When we started 2015, there was a lot of hope for a European economic recovery this year. That recovery has not panned out.  Instead, we’ve seen the Greek drama produce an economic and existential crisis for the whole eurozone, and now the migrant crisis is forcing every nearly every European country to take some action.

Immigration is one of those issues that is, by definition, highly emotional, in contrast to the cold hard analysis of economics.  But when you consider the demographics of Europe, you may view the immigration issue in Europe in a different way.

The demographics of Europe are revealing some significant long-term issues.  For some time now, birth rates have been dropping, even as Europe offers its workers and citizens some of the most generous and family-friendly policies in the world.  Germany's declining birth rate is the most striking.  It is estimated that Germany will lose 10 million people between 2020 and 2060, and the remaining population will become much older. 

An older population, of course, needs a younger population to support it.  For the European Union as a whole, the old-age dependency ratio — that is, the percentage of the population over 65 compared to that between 15 and 64 — is estimated to rise from about 28 percent to 50 percent by 2060.  That percentage in Germany specifically is estimated to be even starker — nearly 60 percent — while other countries will see lower ratios.  The United Kingdom, for example, is expected to see its old-age dependency ratio rise to 43 percent.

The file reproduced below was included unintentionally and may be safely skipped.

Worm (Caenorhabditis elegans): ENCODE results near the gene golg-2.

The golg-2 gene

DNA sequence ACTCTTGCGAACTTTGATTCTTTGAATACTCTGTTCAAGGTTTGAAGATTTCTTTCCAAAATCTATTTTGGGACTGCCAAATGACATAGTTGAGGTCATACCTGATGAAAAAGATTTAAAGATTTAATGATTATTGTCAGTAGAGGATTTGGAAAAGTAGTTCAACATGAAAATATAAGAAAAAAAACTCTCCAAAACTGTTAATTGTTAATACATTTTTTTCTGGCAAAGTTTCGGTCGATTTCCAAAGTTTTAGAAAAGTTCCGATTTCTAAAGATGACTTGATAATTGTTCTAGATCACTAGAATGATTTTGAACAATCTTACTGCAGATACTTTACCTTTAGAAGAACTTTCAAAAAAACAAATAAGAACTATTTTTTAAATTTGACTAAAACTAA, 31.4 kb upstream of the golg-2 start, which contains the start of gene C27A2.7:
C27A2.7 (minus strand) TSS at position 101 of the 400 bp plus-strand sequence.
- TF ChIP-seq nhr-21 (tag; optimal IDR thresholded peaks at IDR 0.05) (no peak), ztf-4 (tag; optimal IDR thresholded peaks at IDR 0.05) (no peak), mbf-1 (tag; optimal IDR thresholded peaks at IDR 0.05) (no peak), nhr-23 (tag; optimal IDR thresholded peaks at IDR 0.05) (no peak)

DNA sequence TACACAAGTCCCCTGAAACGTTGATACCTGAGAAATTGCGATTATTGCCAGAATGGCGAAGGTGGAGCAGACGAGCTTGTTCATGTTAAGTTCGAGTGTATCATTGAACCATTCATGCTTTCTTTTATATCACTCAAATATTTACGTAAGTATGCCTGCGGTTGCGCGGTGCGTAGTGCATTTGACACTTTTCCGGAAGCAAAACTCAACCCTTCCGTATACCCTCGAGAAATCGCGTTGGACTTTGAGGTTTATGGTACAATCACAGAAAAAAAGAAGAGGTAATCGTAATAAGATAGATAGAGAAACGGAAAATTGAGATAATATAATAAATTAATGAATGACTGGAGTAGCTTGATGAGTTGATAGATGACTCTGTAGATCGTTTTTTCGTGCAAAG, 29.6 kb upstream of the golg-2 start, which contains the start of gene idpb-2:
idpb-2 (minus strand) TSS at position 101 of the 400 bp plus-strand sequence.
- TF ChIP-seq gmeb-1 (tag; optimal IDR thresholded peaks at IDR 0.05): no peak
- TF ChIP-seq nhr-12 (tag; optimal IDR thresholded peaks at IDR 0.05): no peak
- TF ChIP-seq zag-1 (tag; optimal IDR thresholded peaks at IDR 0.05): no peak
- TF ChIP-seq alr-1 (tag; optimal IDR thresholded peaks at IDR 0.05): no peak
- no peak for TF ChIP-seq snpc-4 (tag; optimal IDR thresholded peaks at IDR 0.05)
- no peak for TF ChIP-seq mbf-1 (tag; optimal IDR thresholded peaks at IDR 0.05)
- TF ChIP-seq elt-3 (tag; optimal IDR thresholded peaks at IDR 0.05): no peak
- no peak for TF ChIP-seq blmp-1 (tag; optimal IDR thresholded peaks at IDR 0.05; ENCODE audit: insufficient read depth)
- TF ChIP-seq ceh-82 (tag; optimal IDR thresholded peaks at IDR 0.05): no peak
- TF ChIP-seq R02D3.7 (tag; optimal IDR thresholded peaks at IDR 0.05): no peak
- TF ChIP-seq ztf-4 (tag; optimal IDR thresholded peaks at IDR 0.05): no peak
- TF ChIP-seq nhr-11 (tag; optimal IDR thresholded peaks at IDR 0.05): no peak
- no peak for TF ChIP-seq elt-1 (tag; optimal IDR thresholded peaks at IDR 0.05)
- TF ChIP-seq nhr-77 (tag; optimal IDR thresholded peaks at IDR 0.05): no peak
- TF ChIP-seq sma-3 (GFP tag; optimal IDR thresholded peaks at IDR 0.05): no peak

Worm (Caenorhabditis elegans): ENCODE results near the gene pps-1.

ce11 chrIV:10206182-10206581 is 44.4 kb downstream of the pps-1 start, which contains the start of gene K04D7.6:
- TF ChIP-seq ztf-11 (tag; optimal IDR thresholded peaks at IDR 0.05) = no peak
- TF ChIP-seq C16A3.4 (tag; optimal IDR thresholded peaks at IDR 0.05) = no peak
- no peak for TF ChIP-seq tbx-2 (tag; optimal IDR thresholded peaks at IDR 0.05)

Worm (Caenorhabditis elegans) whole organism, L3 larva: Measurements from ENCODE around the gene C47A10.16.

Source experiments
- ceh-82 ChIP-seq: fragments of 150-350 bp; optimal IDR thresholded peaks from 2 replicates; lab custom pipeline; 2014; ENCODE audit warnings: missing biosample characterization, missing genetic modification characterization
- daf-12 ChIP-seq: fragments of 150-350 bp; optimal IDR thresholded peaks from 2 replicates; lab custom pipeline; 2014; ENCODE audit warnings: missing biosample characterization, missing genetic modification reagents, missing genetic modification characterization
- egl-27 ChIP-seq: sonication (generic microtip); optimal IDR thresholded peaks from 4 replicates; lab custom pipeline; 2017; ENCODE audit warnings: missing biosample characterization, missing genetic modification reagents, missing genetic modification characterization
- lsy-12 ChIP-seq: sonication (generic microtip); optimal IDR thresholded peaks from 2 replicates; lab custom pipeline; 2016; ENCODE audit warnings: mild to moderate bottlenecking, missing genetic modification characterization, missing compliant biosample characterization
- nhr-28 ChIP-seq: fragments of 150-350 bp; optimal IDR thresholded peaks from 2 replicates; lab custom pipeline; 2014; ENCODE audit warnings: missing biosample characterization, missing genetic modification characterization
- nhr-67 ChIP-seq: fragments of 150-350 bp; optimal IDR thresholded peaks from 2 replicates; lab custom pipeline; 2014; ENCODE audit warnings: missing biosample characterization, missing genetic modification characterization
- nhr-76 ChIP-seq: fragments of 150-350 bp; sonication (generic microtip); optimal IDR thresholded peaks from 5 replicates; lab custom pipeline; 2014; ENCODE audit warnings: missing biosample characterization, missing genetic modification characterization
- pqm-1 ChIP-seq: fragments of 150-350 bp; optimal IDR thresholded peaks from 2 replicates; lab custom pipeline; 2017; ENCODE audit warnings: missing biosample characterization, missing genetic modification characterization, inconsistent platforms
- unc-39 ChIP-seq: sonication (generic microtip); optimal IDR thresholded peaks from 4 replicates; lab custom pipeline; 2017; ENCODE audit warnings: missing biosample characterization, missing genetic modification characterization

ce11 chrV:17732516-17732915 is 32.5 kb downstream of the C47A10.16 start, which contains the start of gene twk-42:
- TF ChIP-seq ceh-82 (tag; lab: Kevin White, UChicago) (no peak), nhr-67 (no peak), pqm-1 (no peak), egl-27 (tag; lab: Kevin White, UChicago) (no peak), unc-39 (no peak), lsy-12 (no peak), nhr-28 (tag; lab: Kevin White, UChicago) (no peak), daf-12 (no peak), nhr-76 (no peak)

Purely mathematically, it would seem that immigration is the obvious answer for helping to stem the aging tide, since younger families settling in Europe will fill in some of the vacancies left as fewer babies are born in these countries.  But we all know that when it comes to immigration, a pure cost-benefit ratio cannot be separated from the more emotional issues and impacts.  Immigration affects many more aspects of a country than mere economic ones — including culture, religion, and politics.   

Our View:   In the short term, Europe will struggle with this new challenge. But Europe has faced struggles like this in the past. It is important to remember that while there are potentially divisive aspects to immigration, the positive impacts can help Europe in the future.

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